Since Kurt Warner retired two years ago, Ken Whisenhunt has had trouble picking a starting quarterback. In fact, he's had five of them.
Not one of them seized the job, which is why there is "open" competition now between Kevin Kolb and John Skelton. Those two split the starting job last year, mostly because Kolb missed seven games with injuries.
In 2010, the starters were Derek Anderson, Max Hall and Skelton. Asked this week if "ideally" he would like to pick a starter soon, Whisenhunt joked: "If it was up to me, I'd prefer we had a quarterback resolution two years ago. But obviously that hasn't happened."
And that's the main reason the team won just 13 games over those two years, missing the playoffs after winning two consecutive division titles and making it to the first Super Bowl in franchise history.
Whisenhunt seems serious that the quarterback job is actually up for grabs. Salary figures and cynicism suggest otherwise.
The Cardinals already have paid Kolb $19 million since trading for him last July. They sent cornerback Dominique Rodgers-Cromartie and a second-round pick in the 2012 draft to the Eagles for him.
It's hard to believe that after giving up all that for Kolb, the team would replace him with Skelton, a fifth-round pick in 2010.
Like most coaches, however, Whisenhunt is big on creating a competitive atmosphere. And he doesn't want to just give the job to Kolb, who struggled last season even when he was healthy.
"It usually works out -- and I'm not just talking about the quarterback position -- that somebody distinguishes themselves in that period," Whisenhunt said of the preseason. "You got to let this competition play out honestly. It's got to be a fair competition. I'm excited to see how it goes."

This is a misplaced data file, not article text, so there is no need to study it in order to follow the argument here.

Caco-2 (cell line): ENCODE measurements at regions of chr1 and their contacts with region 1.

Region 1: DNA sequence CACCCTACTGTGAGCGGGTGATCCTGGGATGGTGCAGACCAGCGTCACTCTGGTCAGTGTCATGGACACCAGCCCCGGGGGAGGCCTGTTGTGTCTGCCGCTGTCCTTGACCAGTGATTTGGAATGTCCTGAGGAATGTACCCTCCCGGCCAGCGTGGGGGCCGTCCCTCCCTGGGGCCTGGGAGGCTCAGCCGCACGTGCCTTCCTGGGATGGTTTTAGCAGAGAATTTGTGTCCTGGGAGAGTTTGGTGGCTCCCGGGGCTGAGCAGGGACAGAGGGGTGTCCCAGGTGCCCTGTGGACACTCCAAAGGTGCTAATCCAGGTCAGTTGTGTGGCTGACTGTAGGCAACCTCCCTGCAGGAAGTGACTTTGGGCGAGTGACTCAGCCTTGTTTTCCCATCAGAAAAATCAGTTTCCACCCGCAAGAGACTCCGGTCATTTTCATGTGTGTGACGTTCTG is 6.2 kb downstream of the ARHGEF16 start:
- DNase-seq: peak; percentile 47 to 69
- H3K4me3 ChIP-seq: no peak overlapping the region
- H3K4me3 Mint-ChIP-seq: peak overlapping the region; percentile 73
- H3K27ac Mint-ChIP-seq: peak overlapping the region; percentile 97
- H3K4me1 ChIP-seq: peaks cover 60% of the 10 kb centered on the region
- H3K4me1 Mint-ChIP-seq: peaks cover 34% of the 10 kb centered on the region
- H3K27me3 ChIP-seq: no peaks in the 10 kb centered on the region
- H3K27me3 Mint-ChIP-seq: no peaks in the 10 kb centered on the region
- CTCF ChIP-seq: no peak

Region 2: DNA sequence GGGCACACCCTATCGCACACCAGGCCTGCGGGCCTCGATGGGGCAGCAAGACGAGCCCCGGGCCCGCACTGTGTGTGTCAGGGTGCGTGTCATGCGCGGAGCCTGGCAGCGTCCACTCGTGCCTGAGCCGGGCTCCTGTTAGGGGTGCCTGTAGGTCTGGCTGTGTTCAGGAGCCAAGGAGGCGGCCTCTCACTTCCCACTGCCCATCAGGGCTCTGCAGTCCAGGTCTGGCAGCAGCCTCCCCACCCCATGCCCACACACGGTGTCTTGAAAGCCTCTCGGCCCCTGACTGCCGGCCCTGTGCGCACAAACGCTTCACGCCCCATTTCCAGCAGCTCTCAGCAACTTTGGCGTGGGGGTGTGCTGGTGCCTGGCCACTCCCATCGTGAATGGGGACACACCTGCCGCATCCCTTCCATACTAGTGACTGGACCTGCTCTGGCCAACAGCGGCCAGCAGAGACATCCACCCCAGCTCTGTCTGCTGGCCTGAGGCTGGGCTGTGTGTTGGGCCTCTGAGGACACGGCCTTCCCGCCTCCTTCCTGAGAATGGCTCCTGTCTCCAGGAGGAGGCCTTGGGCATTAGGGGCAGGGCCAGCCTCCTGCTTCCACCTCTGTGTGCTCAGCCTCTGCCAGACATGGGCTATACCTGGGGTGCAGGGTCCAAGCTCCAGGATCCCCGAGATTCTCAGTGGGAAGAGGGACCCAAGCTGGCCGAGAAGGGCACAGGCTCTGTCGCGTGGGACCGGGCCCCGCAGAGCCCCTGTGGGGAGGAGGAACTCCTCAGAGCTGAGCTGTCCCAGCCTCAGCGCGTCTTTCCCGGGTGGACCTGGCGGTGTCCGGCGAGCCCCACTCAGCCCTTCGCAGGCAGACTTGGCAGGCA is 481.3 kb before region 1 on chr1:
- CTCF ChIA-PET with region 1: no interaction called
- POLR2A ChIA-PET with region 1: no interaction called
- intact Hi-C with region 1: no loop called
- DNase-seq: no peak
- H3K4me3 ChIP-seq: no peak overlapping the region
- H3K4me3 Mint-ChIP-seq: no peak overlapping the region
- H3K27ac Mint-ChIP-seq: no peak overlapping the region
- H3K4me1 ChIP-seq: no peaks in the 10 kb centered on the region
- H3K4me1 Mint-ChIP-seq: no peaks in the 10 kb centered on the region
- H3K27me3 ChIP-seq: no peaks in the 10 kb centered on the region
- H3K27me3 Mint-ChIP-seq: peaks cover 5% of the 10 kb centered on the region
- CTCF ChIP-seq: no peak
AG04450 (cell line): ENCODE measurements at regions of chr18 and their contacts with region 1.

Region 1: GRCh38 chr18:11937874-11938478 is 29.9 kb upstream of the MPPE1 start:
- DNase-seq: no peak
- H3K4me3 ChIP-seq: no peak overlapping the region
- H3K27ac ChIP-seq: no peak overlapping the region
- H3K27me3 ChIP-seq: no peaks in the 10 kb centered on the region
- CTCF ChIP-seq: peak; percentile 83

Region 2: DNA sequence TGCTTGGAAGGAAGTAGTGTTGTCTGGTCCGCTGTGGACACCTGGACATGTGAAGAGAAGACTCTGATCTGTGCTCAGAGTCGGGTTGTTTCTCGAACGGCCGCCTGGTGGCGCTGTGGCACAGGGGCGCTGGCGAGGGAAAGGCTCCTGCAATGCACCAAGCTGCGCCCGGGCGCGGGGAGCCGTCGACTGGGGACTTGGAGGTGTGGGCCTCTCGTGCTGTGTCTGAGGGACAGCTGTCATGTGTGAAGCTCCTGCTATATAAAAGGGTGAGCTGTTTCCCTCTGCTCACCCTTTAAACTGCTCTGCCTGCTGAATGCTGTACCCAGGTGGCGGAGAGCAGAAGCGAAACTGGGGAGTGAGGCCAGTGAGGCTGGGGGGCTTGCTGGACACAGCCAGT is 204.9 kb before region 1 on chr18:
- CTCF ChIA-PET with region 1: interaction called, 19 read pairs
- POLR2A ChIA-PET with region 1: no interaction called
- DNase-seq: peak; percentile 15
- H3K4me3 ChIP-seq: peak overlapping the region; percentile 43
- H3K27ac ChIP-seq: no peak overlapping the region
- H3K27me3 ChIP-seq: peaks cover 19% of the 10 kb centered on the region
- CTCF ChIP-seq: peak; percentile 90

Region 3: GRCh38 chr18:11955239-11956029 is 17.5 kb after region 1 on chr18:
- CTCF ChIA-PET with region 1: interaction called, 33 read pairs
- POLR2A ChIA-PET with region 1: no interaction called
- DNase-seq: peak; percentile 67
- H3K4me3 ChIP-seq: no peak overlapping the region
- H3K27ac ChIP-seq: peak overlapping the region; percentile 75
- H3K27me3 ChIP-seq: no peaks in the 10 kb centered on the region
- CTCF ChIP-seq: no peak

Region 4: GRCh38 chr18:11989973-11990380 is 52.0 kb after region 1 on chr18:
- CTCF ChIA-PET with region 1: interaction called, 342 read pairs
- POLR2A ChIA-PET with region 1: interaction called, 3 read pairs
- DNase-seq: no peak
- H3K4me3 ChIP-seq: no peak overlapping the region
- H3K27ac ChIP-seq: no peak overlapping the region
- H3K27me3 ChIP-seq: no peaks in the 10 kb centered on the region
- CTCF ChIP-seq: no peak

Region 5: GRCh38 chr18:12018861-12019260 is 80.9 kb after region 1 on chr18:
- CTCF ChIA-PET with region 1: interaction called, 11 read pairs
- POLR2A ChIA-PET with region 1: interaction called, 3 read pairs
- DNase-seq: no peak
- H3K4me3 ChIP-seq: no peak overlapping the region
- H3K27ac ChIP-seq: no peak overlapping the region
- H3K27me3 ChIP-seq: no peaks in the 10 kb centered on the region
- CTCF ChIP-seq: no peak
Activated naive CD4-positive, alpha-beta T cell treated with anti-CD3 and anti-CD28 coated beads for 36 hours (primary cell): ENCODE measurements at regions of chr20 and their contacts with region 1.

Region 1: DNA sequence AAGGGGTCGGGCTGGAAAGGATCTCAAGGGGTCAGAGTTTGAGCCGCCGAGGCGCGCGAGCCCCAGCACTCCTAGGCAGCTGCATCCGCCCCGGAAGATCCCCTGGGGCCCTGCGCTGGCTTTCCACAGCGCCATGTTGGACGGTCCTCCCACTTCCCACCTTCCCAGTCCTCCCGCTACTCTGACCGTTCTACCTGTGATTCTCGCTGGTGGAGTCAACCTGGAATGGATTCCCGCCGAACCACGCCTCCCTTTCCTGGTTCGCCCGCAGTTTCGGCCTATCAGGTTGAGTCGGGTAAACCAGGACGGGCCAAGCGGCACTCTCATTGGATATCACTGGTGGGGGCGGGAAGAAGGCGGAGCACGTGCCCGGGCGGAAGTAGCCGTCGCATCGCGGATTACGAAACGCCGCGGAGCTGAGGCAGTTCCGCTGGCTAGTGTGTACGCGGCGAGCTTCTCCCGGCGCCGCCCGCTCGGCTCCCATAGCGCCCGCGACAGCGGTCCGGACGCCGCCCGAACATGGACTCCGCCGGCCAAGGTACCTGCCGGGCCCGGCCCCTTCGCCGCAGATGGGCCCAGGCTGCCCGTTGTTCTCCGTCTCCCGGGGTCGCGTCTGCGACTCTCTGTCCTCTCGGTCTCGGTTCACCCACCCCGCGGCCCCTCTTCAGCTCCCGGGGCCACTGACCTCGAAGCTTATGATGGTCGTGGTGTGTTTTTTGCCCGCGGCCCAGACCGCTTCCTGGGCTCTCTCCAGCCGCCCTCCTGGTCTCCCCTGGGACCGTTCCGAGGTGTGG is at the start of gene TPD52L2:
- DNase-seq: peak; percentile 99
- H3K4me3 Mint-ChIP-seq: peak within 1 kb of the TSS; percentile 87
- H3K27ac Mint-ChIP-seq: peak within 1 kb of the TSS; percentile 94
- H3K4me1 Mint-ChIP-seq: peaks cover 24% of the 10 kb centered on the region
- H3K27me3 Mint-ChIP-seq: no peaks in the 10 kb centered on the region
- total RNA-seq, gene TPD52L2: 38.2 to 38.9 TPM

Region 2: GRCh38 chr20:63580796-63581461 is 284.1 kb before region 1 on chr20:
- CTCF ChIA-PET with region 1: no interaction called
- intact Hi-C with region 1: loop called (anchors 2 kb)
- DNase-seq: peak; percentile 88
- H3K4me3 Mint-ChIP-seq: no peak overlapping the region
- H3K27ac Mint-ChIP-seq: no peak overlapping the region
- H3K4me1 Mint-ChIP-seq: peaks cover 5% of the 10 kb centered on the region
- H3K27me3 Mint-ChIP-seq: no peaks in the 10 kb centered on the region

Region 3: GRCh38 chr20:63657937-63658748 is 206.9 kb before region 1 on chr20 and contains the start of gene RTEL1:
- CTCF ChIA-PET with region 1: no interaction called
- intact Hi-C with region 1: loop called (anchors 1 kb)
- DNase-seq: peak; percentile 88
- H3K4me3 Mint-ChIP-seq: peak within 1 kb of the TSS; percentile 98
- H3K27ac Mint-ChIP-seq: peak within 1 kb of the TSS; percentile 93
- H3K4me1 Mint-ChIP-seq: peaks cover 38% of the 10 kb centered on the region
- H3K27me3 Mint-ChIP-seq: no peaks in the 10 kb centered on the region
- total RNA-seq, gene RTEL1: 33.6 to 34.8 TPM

Whisenhunt took a similar tack in 2008 when Warner and Matt Leinart competed for the starting job. Leinart, the 10th overall pick in the 2006 draft, was believed to have the edge. But near the end of training camp, Whisenhunt picked Warner.
Asked if he might take that long to name a starter this year, Whisenhunt joked: Matt Leinart. Whisenhunt said: "If you can guarantee me that we will go to the Super Bowl, I'll say, 'O.K., we'll go to the last minute,'" he said, referring to the Cardinals' only Super Bowl appearance. "It's all speculation right now. It's going to be a process and when it seems to define itself, we'll make that decision."
Skelton and Kolb alternated working with the first team during OTAs and the mandatory minicamp. They took almost an even number of snaps, and given that the practices were in shorts and helmets, it's hard to say who has the advantage.
"I'd have to go back and chart the plays," Whisenhunt said when asked recently how snaps had been divided. "It might be 51 (percent) for one and 49 for the other. I don't think there is a great discrepancy."
Skelton struggled at times with accuracy, and his main attribute is hard to see in practice. He has shown a lot of moxie in games and has the ability to bring a team from behind.
Kolb looked more comfortable in the offense, but he also missed open receivers at times, especially in the one minicamp practice that was open to the public.
So the competition continues, and Whisenhunt isn't likely to pick a starter until midway through the preseason, at the earliest.